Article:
Linux Blog

CHMOD

Section: Linux Programmer's Manual (2)
Updated: 2004-06-23
Index Return to Main Contents
 

NAME

chmod, fchmod - change permissions of a file  

SYNOPSIS

#include <sys/types.h>
#include <sys/stat.h>

int chmod(const char *path, mode_t mode);
int fchmod(int fildes, mode_t mode);  

DESCRIPTION

The mode of the file given by path or referenced by fildes is changed.

Modes are specified by or'ing the following:

S_ISUID
04000 set user ID on execution
S_ISGID
02000 set group ID on execution
S_ISVTX
01000 sticky bit
S_IRUSR
00400 read by owner
S_IWUSR
00200 write by owner
S_IXUSR
00100 execute/search by owner
S_IRGRP
00040 read by group
S_IWGRP
00020 write by group
S_IXGRP
00010 execute/search by group
S_IROTH
00004 read by others
S_IWOTH
00002 write by others
S_IXOTH
00001 execute/search by others

The effective UID of the calling process must match the owner of the file, or the process must be privileged (Linux: it must have the CAP_FOWNER capability).

If the calling process is not privileged (Linux: does not have the CAP_FSETID capability), and the group of the file does not match the effective group ID of the process or one of its supplementary group IDs, the S_ISGID bit will be turned off, but this will not cause an error to be returned.

As a security measure, depending on the file system, the set-user-ID and set-group-ID execution bits may be turned off if a file is written. (On Linux this occurs if the writing process does not have the CAP_FSETID capability.) On some file systems, only the superuser can set the sticky bit, which may have a special meaning. For the sticky bit, and for set-user-ID and set-group-ID bits on directories, see stat(2).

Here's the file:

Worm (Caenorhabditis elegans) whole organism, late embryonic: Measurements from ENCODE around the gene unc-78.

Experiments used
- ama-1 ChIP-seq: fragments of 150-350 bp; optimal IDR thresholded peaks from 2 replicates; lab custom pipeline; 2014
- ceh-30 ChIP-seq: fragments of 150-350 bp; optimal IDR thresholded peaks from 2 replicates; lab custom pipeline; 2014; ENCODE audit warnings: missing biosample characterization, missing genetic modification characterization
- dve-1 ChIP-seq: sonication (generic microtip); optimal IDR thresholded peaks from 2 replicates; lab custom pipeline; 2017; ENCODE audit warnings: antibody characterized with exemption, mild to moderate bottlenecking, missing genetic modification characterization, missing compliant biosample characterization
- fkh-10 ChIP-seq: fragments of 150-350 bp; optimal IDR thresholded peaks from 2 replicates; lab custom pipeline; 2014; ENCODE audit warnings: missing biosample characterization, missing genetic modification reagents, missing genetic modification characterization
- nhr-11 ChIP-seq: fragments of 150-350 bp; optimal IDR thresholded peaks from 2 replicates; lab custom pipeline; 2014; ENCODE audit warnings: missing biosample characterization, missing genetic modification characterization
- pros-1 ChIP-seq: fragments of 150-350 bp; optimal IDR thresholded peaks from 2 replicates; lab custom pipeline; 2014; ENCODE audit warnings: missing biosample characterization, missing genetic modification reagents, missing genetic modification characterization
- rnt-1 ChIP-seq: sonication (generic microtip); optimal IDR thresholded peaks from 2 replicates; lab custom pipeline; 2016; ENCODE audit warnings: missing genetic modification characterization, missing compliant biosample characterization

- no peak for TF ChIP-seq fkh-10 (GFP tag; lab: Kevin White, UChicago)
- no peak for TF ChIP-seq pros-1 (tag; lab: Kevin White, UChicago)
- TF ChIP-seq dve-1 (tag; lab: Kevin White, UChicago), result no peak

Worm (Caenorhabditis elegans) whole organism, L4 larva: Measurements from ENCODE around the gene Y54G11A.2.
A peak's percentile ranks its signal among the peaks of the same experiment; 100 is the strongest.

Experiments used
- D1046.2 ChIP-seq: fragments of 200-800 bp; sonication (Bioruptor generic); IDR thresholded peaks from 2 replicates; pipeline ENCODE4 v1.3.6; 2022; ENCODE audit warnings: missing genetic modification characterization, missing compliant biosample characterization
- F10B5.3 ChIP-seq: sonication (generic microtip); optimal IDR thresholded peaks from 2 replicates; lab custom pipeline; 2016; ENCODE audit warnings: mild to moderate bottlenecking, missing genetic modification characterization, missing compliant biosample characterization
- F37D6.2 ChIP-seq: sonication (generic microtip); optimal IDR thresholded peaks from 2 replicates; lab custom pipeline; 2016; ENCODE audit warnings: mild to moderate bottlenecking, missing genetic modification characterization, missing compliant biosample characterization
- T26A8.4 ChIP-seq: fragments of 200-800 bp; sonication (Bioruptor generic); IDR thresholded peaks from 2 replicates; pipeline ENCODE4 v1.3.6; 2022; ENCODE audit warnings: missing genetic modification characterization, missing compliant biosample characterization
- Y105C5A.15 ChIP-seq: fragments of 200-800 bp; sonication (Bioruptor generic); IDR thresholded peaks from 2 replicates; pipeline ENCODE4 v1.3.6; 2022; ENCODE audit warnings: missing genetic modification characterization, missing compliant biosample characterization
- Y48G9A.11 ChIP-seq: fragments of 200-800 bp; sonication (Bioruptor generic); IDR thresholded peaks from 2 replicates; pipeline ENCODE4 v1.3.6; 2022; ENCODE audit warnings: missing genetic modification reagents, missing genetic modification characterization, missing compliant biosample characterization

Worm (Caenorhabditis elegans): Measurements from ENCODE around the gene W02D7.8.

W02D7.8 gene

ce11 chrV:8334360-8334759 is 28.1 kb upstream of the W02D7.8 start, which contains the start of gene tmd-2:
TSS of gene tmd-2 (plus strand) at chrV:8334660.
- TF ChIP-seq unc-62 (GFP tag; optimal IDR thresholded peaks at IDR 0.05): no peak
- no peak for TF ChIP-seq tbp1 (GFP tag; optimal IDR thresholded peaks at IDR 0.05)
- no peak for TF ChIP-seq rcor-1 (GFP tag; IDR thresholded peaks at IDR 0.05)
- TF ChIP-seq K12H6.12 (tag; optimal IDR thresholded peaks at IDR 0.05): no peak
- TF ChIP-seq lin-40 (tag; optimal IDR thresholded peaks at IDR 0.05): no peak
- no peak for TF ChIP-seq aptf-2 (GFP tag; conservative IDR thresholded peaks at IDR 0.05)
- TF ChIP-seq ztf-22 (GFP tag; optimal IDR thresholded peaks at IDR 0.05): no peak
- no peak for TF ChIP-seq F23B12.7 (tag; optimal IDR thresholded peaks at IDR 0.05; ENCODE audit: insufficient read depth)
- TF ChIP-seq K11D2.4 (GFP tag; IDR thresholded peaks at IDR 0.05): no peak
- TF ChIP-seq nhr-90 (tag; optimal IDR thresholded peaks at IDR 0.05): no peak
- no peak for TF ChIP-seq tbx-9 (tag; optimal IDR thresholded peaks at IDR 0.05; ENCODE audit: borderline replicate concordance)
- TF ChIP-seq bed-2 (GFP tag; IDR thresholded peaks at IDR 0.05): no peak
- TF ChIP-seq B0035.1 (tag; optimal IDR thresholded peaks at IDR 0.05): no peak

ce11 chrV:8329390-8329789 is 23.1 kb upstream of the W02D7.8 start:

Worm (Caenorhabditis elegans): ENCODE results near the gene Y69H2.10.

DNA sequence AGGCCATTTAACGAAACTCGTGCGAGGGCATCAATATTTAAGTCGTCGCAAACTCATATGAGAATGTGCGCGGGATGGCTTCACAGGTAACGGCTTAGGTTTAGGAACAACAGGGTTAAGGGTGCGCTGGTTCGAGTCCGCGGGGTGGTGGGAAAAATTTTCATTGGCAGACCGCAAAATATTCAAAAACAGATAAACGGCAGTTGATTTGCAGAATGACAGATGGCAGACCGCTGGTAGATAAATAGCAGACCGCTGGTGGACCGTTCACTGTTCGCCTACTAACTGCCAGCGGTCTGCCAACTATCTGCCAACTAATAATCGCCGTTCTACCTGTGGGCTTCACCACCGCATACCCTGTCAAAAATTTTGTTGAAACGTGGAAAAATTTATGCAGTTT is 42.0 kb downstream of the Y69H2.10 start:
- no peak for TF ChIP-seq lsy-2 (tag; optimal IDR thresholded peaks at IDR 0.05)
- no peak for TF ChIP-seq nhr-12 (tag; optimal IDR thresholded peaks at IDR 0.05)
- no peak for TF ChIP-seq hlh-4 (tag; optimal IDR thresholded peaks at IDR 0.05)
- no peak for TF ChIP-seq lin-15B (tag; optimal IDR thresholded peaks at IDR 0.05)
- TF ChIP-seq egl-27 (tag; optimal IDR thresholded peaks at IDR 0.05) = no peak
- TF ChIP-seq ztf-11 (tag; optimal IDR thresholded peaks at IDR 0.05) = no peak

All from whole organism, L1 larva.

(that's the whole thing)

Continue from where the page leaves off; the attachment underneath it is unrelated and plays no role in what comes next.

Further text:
On NFS file systems, restricting the permissions will immediately influence already open files, because the access control is done on the server, but open files are maintained by the client. Widening the permissions may be delayed for other clients if attribute caching is enabled on them.  

RETURN VALUE

On success, zero is returned. On error, -1 is returned, and errno is set appropriately.  

ERRORS

Depending on the file system, other errors can be returned. The more general errors for chmod() are listed below:
EACCES
Search permission is denied on a component of the path prefix. (See also path_resolution(7).)
EFAULT
path points outside your accessible address space.
EIO
An I/O error occurred.
ELOOP
Too many symbolic links were encountered in resolving path.
ENAMETOOLONG
path is too long.
ENOENT
The file does not exist.
ENOMEM
Insufficient kernel memory was available.
ENOTDIR
A component of the path prefix is not a directory.
EPERM
The effective UID does not match the owner of the file, and the process is not privileged (Linux: it does not have the CAP_FOWNER capability).
EROFS
The named file resides on a read-only file system.

The general errors for fchmod() are listed below:

EBADF
The file descriptor fildes is not valid.
EIO
See above.
EPERM
See above.
EROFS
See above.
 

CONFORMING TO

4.4BSD, SVr4, POSIX.1-2001.  

SEE ALSO

chown(2), execve(2), fchmodat(2), open(2), stat(2), path_resolution(7)


 

Index

NAME
SYNOPSIS
DESCRIPTION
RETURN VALUE
ERRORS
CONFORMING TO
SEE ALSO




Random Man Pages:
gnupg
lp
swirl
feature_test_macros